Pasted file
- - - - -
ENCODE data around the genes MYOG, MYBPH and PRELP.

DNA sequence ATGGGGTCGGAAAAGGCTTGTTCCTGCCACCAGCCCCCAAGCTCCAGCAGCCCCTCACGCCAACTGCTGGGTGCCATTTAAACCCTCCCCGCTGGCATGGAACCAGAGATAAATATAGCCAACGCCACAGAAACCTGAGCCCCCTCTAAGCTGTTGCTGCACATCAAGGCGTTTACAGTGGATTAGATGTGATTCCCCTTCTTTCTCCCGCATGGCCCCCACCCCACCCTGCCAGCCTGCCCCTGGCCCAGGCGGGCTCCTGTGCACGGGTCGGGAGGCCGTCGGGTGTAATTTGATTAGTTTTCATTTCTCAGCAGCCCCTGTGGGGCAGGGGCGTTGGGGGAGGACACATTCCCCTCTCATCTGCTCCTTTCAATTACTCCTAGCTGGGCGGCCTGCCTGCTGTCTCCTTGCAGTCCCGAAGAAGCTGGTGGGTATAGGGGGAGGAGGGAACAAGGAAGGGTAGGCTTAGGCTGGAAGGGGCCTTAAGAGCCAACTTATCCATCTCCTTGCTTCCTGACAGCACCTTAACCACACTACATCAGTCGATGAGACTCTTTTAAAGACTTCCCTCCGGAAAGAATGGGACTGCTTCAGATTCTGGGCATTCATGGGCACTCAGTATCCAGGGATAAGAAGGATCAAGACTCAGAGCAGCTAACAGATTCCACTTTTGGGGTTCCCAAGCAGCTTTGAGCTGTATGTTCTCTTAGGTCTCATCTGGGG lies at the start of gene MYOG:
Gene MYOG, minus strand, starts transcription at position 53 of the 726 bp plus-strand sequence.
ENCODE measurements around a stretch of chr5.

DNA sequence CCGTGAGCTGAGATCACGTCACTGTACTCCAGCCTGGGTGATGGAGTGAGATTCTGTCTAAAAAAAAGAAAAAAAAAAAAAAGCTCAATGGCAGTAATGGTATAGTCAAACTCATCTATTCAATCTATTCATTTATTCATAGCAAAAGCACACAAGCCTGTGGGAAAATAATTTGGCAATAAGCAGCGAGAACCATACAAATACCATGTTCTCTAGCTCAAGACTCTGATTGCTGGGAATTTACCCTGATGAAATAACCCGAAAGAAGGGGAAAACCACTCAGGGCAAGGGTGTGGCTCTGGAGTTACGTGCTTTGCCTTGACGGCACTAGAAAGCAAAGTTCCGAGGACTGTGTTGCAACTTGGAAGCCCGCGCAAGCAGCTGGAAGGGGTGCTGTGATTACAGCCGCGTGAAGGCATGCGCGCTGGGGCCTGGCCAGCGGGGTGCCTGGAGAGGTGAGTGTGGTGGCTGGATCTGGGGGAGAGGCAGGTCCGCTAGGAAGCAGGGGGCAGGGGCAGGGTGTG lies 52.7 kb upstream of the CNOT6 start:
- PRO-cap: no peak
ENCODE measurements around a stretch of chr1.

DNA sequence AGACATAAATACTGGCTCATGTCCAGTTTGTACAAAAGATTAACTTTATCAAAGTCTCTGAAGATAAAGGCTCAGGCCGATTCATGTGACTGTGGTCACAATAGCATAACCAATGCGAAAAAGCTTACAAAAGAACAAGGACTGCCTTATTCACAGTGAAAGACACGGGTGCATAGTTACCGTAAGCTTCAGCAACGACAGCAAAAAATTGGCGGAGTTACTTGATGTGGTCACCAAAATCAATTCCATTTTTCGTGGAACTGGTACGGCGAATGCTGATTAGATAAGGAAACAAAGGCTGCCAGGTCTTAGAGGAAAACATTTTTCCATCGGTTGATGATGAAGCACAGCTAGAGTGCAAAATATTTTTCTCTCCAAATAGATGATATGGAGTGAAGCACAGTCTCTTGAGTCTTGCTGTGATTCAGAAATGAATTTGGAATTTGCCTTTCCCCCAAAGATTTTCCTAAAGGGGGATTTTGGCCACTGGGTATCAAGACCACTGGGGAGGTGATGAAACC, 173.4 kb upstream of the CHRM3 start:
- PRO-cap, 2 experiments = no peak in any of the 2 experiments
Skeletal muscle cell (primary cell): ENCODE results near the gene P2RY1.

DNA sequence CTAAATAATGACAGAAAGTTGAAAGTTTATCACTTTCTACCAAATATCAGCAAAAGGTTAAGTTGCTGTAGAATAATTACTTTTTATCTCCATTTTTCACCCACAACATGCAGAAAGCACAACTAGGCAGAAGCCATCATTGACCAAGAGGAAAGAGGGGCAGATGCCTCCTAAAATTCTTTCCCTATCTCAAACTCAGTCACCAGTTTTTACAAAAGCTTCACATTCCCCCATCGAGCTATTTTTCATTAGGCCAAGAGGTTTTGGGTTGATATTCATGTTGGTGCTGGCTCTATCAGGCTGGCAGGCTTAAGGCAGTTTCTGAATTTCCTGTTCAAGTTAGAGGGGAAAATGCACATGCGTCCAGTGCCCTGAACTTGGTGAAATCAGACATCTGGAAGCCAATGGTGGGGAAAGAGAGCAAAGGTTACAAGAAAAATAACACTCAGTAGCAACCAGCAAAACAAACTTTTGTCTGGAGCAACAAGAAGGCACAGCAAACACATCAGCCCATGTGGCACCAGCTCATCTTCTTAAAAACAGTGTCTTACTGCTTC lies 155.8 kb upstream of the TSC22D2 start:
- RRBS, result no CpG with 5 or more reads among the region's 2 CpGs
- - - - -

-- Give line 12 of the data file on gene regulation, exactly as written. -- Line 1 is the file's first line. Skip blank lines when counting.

- RRBS, result no CpG with 5 or more reads among the region's 2 CpGs